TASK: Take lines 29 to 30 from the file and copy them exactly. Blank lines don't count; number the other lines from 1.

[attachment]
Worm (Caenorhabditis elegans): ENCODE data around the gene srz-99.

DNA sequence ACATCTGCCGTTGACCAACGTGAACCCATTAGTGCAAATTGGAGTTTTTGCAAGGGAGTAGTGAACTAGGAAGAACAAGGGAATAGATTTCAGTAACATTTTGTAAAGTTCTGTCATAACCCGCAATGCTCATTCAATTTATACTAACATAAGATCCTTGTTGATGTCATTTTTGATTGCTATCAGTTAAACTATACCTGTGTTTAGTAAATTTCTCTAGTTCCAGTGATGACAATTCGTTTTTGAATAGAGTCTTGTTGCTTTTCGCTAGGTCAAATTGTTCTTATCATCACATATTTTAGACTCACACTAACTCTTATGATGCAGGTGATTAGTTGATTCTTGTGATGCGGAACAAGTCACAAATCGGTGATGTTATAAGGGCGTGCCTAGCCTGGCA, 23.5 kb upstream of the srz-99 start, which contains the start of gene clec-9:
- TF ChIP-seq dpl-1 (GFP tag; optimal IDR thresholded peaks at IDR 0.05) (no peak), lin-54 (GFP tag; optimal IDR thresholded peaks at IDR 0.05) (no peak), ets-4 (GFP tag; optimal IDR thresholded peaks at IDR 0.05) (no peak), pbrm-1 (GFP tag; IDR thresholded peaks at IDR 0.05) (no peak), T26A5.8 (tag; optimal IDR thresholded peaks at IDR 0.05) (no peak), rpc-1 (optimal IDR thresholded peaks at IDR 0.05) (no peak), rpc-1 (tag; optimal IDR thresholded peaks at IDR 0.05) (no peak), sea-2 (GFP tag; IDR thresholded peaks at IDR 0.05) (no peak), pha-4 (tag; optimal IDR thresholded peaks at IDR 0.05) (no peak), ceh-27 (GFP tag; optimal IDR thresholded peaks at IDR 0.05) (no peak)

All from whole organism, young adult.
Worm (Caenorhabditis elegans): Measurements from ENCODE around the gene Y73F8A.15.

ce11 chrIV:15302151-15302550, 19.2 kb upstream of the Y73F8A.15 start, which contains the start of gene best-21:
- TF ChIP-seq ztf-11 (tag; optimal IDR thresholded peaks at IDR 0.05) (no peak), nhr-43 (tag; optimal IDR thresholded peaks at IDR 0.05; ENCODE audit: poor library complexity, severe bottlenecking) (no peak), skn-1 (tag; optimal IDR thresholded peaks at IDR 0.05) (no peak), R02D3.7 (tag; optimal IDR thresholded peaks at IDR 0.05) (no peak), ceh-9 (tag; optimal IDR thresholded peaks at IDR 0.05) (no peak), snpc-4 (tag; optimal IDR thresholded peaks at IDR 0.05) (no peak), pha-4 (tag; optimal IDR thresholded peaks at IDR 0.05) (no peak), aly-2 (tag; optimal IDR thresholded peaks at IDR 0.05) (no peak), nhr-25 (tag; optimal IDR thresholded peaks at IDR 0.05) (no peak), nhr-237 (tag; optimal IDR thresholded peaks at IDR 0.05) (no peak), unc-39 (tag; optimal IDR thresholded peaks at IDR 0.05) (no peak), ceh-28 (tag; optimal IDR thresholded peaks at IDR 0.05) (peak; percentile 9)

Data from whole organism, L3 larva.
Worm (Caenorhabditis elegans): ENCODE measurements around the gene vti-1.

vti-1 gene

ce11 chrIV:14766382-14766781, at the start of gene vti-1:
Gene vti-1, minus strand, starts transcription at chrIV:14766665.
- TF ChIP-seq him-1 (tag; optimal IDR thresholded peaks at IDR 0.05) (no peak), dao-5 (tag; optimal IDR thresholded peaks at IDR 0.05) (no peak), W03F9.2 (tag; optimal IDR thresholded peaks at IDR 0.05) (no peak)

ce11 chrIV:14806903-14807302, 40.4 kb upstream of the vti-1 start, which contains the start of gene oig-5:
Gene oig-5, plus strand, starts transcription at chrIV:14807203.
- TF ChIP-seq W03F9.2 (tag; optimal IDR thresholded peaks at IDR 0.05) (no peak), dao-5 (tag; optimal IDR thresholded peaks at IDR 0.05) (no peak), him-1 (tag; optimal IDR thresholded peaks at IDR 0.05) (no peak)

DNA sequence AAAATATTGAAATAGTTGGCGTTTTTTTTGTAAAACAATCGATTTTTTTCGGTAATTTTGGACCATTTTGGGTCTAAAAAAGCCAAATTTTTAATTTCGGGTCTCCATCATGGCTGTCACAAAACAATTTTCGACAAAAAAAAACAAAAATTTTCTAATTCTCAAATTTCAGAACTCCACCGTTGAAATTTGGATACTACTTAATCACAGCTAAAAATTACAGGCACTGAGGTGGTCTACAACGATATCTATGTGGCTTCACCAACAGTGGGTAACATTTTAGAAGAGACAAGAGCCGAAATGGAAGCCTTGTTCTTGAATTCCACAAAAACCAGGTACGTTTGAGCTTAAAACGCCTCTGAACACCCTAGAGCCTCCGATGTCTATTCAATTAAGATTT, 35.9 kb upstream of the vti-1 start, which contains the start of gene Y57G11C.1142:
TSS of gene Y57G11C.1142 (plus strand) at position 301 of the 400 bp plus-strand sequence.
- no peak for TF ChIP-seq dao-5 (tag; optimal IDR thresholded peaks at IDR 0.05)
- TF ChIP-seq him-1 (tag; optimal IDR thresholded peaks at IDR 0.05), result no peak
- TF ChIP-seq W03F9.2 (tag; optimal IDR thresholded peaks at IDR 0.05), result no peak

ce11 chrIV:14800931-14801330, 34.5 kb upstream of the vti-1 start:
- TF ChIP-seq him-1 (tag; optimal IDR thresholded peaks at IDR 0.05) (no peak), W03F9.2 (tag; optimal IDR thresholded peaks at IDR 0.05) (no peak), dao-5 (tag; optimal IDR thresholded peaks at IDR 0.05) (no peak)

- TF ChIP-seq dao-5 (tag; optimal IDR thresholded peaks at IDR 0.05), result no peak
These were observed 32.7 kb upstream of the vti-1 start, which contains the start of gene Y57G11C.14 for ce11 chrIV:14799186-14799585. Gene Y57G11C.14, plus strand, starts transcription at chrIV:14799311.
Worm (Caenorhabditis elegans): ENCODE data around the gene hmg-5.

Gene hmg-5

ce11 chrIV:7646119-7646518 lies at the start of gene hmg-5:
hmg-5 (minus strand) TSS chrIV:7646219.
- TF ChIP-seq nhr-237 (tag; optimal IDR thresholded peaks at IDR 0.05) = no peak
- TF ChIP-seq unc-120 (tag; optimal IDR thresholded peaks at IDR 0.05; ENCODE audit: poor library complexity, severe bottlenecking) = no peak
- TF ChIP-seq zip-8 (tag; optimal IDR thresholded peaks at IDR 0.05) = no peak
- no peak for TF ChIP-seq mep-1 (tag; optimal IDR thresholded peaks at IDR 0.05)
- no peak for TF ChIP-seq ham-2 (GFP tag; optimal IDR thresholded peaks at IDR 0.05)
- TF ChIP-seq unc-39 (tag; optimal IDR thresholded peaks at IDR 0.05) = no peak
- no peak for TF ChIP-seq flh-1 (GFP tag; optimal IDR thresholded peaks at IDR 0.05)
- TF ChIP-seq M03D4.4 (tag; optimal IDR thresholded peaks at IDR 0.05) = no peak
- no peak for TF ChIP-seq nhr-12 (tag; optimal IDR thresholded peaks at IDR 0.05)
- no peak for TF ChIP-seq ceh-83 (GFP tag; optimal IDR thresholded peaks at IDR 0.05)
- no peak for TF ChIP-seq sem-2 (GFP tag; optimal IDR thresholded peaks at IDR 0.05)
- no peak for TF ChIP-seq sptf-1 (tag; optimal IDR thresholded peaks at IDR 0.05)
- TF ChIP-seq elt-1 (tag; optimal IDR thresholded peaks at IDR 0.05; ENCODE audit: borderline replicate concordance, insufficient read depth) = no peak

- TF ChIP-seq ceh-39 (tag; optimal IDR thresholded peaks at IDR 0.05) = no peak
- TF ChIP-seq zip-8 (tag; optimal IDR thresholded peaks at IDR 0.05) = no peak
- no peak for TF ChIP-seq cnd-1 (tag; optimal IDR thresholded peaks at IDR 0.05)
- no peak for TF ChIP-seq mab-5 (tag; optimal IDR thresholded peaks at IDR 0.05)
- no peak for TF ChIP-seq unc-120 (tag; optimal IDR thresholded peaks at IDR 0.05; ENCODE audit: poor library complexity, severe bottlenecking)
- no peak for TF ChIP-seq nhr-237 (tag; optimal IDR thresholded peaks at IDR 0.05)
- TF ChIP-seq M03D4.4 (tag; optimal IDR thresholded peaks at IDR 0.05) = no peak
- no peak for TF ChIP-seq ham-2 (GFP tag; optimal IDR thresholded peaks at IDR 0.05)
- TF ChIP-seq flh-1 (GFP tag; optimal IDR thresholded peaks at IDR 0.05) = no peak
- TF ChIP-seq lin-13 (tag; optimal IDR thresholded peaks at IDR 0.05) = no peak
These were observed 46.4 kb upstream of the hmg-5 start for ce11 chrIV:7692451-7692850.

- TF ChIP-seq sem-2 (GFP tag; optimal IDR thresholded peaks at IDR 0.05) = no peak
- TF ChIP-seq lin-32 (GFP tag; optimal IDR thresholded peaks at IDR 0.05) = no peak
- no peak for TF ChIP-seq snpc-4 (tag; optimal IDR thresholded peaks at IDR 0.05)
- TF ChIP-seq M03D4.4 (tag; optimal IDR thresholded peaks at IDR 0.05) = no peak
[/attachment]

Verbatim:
hmg-5 (minus strand) TSS chrIV:7646219.
- TF ChIP-seq nhr-237 (tag; optimal IDR thresholded peaks at IDR 0.05) = no peak